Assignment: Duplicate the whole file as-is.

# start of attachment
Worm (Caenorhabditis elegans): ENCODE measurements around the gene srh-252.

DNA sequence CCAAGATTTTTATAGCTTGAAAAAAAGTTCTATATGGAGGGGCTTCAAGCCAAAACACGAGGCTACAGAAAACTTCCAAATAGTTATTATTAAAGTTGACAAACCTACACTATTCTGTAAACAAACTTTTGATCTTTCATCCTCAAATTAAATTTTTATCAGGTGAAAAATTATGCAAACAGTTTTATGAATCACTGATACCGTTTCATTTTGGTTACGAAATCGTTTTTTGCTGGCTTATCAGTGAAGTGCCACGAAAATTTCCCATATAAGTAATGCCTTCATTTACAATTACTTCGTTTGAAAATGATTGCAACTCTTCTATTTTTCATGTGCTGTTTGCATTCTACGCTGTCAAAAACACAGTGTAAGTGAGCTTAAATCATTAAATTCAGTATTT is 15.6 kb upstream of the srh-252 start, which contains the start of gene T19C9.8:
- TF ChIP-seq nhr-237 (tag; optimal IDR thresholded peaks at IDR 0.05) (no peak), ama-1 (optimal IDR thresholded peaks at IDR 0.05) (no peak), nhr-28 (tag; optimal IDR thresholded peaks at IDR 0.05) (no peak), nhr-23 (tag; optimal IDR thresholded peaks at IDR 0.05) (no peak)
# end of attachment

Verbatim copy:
Worm (Caenorhabditis elegans): ENCODE measurements around the gene srh-252.

DNA sequence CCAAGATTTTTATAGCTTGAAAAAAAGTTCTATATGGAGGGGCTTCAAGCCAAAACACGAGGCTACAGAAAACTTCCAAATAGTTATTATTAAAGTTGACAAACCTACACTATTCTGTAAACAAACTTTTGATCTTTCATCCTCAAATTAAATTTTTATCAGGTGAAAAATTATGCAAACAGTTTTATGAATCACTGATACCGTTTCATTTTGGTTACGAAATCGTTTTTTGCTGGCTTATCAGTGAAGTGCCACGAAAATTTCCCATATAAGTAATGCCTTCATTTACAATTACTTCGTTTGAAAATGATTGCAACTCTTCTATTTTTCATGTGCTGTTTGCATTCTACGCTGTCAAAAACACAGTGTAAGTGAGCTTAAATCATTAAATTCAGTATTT is 15.6 kb upstream of the srh-252 start, which contains the start of gene T19C9.8:
- TF ChIP-seq nhr-237 (tag; optimal IDR thresholded peaks at IDR 0.05) (no peak), ama-1 (optimal IDR thresholded peaks at IDR 0.05) (no peak), nhr-28 (tag; optimal IDR thresholded peaks at IDR 0.05) (no peak), nhr-23 (tag; optimal IDR thresholded peaks at IDR 0.05) (no peak)